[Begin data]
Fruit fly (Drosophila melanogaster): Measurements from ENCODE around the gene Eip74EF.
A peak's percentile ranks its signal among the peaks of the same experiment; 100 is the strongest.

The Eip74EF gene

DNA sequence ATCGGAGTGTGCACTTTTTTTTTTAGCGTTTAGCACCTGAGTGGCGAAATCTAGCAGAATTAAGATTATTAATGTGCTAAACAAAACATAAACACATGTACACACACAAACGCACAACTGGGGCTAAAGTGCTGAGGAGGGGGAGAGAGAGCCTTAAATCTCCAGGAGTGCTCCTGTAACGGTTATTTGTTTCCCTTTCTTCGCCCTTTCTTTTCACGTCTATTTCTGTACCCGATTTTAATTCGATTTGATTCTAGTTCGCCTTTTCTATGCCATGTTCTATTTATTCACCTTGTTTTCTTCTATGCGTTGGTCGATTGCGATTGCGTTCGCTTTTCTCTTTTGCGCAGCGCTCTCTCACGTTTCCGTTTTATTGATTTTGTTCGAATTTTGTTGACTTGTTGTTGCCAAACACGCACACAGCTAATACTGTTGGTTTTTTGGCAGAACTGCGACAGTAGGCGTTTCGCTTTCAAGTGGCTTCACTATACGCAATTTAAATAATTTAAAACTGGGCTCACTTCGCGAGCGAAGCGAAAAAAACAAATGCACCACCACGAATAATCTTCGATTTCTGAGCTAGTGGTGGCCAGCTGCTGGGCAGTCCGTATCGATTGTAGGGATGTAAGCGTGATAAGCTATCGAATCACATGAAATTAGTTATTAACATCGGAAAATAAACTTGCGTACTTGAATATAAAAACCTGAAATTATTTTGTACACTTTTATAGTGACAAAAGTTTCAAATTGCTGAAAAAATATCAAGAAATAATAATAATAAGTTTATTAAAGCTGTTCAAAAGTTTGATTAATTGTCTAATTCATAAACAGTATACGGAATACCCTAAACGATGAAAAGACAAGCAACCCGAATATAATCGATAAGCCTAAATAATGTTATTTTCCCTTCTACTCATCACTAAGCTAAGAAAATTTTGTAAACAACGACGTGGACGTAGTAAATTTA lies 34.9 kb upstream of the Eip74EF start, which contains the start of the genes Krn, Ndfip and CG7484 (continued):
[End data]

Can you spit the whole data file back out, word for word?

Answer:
Fruit fly (Drosophila melanogaster): Measurements from ENCODE around the gene Eip74EF.
A peak's percentile ranks its signal among the peaks of the same experiment; 100 is the strongest.

The Eip74EF gene

DNA sequence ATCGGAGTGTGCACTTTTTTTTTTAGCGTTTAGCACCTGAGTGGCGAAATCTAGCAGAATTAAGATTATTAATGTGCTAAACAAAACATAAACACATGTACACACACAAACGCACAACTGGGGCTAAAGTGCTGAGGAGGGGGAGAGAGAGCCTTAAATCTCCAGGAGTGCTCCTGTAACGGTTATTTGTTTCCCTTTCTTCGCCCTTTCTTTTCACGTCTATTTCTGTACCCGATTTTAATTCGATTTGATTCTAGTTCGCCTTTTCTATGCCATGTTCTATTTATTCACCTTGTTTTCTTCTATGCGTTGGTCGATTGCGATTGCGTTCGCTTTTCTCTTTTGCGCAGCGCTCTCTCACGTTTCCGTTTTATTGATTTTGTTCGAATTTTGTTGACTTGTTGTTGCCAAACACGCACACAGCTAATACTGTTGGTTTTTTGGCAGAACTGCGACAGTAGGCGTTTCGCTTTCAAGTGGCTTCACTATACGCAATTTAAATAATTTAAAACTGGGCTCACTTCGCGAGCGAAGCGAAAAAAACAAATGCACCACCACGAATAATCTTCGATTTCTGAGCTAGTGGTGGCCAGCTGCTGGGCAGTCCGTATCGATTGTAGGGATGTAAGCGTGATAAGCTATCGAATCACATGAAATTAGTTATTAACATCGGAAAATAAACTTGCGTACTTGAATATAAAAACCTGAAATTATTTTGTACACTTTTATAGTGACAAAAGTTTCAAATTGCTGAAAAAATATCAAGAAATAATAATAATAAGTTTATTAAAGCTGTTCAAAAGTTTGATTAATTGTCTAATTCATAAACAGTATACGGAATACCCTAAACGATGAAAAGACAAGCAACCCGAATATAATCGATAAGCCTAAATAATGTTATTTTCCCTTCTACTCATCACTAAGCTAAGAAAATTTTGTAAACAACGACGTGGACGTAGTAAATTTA lies 34.9 kb upstream of the Eip74EF start, which contains the start of the genes Krn, Ndfip and CG7484 (continued):